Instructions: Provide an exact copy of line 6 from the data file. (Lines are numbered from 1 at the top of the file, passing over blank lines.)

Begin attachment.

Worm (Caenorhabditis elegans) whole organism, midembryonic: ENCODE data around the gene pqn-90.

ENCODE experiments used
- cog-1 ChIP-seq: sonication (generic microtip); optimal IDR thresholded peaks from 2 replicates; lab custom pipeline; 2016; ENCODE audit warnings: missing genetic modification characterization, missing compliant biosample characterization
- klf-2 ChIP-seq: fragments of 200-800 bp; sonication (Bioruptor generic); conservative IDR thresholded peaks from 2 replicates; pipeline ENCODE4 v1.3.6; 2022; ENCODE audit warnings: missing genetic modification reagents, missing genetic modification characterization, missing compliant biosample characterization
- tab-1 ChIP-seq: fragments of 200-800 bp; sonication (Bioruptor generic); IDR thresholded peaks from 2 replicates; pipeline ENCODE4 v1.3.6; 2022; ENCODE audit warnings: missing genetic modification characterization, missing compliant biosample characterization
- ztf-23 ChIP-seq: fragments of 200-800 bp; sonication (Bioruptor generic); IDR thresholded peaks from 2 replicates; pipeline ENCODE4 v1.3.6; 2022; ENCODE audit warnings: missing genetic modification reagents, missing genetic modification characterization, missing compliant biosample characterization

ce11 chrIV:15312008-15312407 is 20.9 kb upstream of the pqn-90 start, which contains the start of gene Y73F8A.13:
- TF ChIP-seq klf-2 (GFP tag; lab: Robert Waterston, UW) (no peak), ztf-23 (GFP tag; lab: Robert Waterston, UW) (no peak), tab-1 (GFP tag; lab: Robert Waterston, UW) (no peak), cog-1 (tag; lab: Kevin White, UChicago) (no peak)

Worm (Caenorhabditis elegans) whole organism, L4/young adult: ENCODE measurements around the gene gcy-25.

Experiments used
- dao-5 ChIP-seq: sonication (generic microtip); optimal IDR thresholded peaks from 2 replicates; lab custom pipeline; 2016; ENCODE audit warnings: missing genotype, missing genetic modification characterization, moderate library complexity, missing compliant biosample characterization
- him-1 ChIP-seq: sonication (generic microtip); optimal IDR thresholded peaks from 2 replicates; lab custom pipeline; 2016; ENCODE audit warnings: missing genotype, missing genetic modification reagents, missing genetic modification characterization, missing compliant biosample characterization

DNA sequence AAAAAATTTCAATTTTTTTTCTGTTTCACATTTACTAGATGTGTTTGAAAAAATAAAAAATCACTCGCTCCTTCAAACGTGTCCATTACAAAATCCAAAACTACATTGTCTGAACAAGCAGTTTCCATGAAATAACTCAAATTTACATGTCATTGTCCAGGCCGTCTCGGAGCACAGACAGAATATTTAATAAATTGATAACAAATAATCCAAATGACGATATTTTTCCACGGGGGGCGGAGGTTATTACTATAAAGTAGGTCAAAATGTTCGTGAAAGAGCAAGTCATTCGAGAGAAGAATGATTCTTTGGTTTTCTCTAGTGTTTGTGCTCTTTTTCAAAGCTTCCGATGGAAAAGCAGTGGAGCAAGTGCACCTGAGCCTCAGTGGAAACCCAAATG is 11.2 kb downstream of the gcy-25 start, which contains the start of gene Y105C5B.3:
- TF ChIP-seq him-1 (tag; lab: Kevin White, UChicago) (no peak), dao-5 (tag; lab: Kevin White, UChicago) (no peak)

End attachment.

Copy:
- ztf-23 ChIP-seq: fragments of 200-800 bp; sonication (Bioruptor generic); IDR thresholded peaks from 2 replicates; pipeline ENCODE4 v1.3.6; 2022; ENCODE audit warnings: missing genetic modification reagents, missing genetic modification characterization, missing compliant biosample characterization